Endometriosis is the growth of cells similar to those that form the inside of the uterus (endometrial cells), but in a location outside of the uterus. Endometrial cells are the same cells that are shed each month during menstruation. Endometriosis is a common health problem in women. In women with this problem, tissue that looks and acts like the lining of the uterus grows outside of the uterus in other areas. These areas can be called growths, tumors, implants, lesions, or nodulesIt facilitates collaboration and information sharing between women with endometriosis. Endometriosis is estimated to affect over one million women (estimates range from 3% to 18% of women) in the United States.
It is one of the leading causes of pelvic pain and reasons for laparoscopic surgery and hysterectomy in this country. While the mean age at diagnosis is around 25-30 years, endometriosis has been reported in girls as young as 11 years of age. Endometriosis is rare in postmenopausal women. Endometrial cells (loosened during menstruation) may “back up” through the fallopian tubes into the pelvis, where they implant and grow in the pelvic or abdominal cavities. This is called retrograde-menstruation. When endometrial tissue is located elsewhere in your body, it continues to act in its normal way: It thickens, breaks down and bleeds each month as your hormone levels rise and fall. Because there’s nowhere for the blood from this displaced tissue to exit your body.
It becomes trapped.Trapped blood may lead to the growth of cysts. Cysts, in turn, may form scar tissue and adhesions abnormal tissue that binds organs together. This process can cause pain in the area of misplaced tissue, often the pelvis, especially during your period. Scars and adhesions related to endometriosis also can cause fertility problems. Pain is one of the most common symptoms of endometriosis. Usually the pain is in the abdomen, lower back, and pelvis. Some women have no pain, even though their disease affects large areas. Other women with endometriosis have severe pain even though they have only a few small growths. Women with endometriosis may also have gastrointestinal problems such as diarrhea, constipation, or bloating, especially during their periods.
Causes of Endometriosis
5.Impact of toxins.
Symptoms of Endometriosis
1.Pain with sex.
4.Painful urination during periods.
Treatment of Endometriosis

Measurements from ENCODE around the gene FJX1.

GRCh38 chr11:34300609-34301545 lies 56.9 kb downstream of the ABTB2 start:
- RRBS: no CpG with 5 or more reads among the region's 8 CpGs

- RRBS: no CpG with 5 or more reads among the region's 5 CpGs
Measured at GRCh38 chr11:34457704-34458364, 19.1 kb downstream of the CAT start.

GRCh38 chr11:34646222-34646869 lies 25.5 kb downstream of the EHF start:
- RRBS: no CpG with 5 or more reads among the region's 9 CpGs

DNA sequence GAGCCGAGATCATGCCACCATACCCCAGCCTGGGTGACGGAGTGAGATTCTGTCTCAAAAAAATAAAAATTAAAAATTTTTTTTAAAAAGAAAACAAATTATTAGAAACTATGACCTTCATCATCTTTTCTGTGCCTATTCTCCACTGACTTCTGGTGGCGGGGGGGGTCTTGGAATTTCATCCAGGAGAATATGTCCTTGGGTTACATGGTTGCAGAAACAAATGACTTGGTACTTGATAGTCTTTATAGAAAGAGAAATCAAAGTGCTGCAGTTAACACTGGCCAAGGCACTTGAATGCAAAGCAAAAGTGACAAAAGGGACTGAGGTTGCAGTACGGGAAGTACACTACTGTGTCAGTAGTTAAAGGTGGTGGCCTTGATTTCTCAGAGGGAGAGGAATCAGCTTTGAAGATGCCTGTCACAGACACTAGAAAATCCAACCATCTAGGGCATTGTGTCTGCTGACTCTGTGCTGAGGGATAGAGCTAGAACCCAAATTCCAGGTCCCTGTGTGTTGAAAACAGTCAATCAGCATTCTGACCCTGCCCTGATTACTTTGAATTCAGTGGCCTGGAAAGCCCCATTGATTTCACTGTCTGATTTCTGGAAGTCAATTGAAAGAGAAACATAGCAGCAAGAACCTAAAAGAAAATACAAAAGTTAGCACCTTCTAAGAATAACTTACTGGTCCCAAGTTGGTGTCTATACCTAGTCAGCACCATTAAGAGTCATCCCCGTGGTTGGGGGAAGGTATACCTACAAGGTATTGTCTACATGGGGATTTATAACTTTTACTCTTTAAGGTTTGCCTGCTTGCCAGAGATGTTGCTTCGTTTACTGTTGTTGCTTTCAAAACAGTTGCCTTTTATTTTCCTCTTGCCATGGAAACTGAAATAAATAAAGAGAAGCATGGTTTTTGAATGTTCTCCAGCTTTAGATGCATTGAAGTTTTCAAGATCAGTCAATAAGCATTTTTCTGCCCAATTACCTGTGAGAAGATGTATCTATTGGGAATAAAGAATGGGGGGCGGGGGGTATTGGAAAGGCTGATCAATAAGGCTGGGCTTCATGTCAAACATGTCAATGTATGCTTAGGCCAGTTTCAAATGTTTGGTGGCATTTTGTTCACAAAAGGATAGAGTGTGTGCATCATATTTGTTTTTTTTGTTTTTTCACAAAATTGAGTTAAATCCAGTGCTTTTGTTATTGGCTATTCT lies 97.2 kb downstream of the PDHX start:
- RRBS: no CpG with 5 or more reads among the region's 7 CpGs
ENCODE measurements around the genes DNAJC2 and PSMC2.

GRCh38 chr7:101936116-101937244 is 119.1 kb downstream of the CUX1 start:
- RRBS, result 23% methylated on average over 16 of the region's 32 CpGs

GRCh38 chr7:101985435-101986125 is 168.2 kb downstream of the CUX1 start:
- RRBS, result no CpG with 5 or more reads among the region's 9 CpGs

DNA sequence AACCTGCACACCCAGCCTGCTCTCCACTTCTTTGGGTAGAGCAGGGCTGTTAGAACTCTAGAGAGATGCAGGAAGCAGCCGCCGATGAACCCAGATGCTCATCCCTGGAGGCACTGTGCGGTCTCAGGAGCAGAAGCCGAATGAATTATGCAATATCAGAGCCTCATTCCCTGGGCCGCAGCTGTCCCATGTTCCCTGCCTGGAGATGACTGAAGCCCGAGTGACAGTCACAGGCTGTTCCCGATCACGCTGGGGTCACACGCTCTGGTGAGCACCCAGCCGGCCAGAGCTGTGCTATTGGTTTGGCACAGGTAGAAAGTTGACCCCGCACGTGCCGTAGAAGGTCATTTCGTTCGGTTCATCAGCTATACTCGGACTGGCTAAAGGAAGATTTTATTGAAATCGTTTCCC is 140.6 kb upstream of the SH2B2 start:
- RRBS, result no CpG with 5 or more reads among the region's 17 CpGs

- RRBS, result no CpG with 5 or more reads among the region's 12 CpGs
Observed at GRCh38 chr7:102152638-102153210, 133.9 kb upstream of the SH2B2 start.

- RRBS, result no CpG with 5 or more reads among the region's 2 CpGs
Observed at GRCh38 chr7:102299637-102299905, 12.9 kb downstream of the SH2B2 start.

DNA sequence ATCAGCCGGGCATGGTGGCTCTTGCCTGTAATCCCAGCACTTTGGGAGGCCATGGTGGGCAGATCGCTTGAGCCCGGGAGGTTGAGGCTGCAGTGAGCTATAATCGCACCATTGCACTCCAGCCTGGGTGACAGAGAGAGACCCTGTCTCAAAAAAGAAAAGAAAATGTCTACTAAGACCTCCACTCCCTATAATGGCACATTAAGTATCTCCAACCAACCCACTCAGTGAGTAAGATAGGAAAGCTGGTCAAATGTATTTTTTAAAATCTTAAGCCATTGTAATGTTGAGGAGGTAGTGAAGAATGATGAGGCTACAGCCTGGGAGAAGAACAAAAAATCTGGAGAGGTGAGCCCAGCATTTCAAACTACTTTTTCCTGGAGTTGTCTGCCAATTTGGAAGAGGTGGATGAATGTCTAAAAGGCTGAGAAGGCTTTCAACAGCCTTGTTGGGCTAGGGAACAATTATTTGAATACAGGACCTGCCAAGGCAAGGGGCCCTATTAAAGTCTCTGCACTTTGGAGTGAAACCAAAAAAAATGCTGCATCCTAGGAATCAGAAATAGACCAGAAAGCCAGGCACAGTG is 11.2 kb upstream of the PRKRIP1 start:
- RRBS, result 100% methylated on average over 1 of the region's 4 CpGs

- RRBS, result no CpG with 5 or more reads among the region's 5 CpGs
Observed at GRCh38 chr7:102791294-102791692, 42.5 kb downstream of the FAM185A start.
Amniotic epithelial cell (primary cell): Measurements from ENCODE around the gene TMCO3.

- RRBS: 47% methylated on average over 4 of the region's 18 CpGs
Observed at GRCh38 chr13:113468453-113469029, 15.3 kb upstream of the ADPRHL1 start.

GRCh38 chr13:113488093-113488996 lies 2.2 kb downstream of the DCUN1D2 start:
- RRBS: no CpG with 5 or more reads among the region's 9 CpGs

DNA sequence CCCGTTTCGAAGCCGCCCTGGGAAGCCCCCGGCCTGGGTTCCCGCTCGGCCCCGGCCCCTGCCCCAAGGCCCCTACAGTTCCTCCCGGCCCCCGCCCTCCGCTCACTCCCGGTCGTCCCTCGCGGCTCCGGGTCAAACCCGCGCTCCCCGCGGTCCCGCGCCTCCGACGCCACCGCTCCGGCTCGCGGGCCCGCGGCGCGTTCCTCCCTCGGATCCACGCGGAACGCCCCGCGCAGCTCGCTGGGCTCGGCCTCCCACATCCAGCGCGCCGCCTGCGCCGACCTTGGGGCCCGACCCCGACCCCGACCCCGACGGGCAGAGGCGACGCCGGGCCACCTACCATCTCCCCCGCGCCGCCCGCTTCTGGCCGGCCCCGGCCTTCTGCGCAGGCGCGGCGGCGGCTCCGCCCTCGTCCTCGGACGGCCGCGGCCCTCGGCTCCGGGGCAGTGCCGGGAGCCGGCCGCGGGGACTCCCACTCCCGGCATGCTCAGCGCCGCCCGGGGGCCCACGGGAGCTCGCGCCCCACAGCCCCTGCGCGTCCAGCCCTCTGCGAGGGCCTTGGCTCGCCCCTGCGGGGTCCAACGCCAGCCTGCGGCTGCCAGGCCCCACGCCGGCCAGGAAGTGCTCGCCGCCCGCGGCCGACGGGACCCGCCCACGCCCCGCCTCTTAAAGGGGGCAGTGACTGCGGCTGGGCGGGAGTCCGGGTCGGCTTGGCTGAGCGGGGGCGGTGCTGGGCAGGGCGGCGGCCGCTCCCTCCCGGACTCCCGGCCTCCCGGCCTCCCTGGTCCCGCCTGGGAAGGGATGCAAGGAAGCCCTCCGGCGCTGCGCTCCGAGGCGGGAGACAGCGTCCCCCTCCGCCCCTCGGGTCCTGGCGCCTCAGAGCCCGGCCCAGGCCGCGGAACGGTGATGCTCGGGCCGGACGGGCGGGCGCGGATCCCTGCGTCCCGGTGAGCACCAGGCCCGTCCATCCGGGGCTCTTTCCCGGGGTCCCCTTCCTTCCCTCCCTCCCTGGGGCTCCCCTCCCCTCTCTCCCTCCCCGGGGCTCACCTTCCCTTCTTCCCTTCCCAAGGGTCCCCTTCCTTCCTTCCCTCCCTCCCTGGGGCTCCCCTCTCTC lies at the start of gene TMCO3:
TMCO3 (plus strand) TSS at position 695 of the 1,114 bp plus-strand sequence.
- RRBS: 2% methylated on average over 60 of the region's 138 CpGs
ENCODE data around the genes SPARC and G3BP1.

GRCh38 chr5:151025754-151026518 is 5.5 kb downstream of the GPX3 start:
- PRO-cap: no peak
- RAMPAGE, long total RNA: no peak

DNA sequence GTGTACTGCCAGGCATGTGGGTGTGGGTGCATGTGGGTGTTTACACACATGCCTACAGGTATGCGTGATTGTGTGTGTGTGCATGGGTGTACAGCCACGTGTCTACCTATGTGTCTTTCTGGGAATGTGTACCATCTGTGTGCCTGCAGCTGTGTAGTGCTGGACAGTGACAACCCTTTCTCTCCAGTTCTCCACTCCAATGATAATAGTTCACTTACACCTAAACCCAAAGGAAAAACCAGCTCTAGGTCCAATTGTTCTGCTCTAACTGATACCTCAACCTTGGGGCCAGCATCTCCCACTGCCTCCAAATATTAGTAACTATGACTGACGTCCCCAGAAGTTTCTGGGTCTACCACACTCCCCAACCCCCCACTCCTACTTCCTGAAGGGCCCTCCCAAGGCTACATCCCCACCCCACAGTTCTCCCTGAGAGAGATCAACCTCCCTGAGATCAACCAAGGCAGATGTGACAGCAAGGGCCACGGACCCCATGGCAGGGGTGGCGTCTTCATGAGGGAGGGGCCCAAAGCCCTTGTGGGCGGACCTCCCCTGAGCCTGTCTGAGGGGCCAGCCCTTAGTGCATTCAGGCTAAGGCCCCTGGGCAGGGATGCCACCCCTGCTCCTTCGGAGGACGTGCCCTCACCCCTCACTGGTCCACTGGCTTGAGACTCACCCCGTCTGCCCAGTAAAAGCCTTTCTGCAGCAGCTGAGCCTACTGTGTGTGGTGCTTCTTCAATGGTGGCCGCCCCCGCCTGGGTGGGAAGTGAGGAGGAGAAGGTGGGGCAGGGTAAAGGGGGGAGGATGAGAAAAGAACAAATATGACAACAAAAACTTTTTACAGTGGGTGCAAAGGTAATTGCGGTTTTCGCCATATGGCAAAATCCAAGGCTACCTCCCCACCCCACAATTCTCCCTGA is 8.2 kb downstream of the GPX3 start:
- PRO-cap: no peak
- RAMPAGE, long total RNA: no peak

Progesterone counteracts estrogen and inhibits the growth of the endometrium. Such therapy can reduce or eliminate menstruation in a controlled and reversible fashion. Progestins are chemical variants of natural progesterone. Gonadotropin releasing hormone agonists (GnRH agonists) induce a profound hypoestrogenism by decreasing FSH and LH levels. While quite effective, they induce unpleasant menopausal symptoms, and over time may lead to osteoporosis. Laparotomy can be used for more extensive surgery either in attempt to restore normal anatomy, or at least preserve reproductive potential. Danazol (Danocrine) and gestrinone are suppressive steroids with some androgenic activity. Both agents inhibit the growth of endometriosis but their use remains limited as they may cause hirsutism. There has been some research done at Case Western Reserve University on a topical Danocrine, applied locally, which has not produced the hirsutism characteristics. Pseudopregnancy can be created using oral contraceptives containing estrogen and progesterone. Women take the medicine consistently for 6 to 9 months. This type of therapy relieves most of the symptoms, but does not prevent scarring from the disease.
Avoid coffee and alcohol. Conservative surgery removes endometrial growths, scar tissue and adhesions without removing your reproductive organs. In laparoscopic surgery, a slender viewing instrument (laparoscope) is inserted through a small incision near your navel. The laparoscope is equipped with a laser, a cautery an instrument that destroys tissue with heat or small surgical instruments. Melatonin and serotonin are increased by meditation, and the stress hormone cortisol is decreased. Oral contraceptive pills (estrogen and progesterone in combination) are also sometimes used to treat endometriosis. The most common combination used is in the form of the oral contraceptive pill (OCP). Treatment of endometriosis has involved the administration of drugs known as aromatase inhibitors (anastrozole [Arimidex] and letrozole [Femara] are examples). These drugs act by interrupting local estrogen formation within the endometriosis implants themselves. They also inhibit estrogen production in the ovary, brain, and other sources, such as adipose tissue.